that he favoured. Although it was widely used in France between 1750 and 1790, another hundred years were to pass before
The big advantage of orchestral tuning is that fewer shifts are necessary than with fifths tuning, making it convenient for playing a large part of the literature. In addition, the compass is sufficient for many orchestral works. Since this tuning came to dominate during the 19th century, some composers have taken it into account, although this has in not a few cases led to poor musical compromises, for example in the works of J. Brahms, who even broke off melodic lines when they led below the
For this reason, and to do justice to the requirements of older music, Carl Otho "invented" the five-string double bass with the tuning C-E-A-D-G around 1880, and had it patented.
The enthusiasm of conductors for the new instrument (see the guest essay
"As far as the five-string bass is concerned, I am a decided opponent. All those gentlemen who favour it, almost all the music directors, think only of the low notes which are lacking on the four-string bass, but not of the extreme difficulties which are involved in playing the five-stringer. I have yet to find a double bass player who would say to me that he likes playing the five-string monstrosity. Those who are condemned to it are forever complaining about the wide fingerboard and the extreme extension of the left hand required in order to be able to grip the C string firmly. Ordinary mortals have no conception of what a strain that is, and how tiring! And then the three middle strings, the D, A and E, cannot be bowed powerfully enough because of the need to avoid touching the neighbouring strings. On the `fat-head´, all passages are hard to play."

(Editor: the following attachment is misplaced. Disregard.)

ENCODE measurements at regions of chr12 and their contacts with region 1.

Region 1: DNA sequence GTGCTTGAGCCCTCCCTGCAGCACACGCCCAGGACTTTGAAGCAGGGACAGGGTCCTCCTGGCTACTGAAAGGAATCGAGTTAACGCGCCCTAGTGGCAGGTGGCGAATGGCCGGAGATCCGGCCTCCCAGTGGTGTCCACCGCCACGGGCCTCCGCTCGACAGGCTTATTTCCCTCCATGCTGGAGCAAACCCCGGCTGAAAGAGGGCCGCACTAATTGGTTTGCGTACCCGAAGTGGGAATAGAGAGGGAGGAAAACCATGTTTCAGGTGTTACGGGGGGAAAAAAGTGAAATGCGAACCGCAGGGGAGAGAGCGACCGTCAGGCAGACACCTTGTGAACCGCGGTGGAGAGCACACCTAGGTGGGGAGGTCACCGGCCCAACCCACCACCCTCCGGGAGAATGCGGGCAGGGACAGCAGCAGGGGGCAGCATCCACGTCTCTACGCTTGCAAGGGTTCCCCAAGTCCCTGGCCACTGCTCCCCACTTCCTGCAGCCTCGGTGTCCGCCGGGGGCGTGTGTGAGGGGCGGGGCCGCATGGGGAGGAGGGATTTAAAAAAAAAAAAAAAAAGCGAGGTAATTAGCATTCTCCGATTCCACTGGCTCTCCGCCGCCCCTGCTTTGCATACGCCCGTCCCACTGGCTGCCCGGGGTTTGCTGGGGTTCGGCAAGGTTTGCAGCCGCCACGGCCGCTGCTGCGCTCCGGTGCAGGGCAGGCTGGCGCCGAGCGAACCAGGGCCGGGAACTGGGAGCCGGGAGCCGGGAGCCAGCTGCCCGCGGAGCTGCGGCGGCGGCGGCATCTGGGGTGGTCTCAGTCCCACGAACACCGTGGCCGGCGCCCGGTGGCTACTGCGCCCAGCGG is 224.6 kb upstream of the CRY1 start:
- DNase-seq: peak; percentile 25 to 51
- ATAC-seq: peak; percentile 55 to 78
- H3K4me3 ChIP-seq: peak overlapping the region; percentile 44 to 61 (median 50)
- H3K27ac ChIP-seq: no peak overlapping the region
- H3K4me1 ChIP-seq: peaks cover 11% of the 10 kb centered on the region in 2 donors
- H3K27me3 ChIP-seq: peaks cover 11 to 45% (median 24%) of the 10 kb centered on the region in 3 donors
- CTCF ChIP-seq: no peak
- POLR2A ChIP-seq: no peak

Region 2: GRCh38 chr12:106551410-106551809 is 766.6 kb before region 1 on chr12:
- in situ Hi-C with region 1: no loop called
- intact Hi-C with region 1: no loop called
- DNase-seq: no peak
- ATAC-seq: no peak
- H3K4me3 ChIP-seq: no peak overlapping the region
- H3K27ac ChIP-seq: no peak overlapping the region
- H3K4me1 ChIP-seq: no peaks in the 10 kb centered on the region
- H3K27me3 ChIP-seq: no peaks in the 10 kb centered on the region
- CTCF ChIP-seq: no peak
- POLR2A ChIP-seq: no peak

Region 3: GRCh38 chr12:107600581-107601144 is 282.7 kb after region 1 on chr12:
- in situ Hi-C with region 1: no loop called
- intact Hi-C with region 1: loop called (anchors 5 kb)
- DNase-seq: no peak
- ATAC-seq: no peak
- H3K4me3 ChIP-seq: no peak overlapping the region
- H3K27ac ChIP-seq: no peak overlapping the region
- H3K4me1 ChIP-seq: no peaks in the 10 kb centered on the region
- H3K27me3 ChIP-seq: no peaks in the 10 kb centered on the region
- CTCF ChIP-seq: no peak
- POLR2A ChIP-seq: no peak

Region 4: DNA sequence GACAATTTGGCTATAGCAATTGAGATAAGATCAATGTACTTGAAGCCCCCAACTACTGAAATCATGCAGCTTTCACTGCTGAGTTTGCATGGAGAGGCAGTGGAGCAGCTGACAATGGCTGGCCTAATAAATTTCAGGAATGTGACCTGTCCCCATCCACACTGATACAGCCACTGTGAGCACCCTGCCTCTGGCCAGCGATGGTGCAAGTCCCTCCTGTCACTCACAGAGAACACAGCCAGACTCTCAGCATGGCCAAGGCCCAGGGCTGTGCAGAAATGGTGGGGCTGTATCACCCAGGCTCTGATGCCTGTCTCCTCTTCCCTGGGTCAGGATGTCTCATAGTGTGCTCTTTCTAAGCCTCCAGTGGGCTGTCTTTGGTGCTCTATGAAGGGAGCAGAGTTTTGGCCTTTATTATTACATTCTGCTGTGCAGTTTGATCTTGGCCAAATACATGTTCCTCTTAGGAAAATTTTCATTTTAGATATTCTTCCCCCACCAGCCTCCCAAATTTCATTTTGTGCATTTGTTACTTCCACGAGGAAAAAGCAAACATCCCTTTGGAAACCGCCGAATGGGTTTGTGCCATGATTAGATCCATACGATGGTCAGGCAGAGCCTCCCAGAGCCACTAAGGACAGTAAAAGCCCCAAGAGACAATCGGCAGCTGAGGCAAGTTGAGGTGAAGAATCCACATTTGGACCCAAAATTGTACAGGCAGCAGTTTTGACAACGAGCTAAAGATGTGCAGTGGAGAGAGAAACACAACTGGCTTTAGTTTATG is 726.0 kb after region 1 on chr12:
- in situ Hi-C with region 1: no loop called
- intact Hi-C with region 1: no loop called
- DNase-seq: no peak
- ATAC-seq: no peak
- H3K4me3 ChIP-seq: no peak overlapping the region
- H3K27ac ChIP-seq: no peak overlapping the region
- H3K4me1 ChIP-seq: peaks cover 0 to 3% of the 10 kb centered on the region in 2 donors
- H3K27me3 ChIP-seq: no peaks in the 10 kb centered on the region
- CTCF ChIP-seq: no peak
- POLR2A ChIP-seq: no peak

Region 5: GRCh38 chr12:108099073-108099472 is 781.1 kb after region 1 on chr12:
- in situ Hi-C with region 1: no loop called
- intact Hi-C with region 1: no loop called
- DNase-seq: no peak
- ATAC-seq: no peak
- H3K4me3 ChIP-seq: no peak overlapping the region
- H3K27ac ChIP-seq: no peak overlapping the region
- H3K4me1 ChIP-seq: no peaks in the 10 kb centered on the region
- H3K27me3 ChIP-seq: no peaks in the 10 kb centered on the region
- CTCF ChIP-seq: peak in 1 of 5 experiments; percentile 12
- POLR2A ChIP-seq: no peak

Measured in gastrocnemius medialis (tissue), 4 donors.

As an alternative to the five-string instrument, designs were developed for lengthening the lowest string beyond the pegbox. Karl Pittrich of Dresden,
Today some 20% of all orchestral double bass players use a five-stringer (of which in Germany, the lowest string is tuned to a sub-contra B) or an instrument with the so-called C Extension, while all the rest use exclusively the E-A-D-G tuning, apart from a handful of enthusiastic adherents of the revived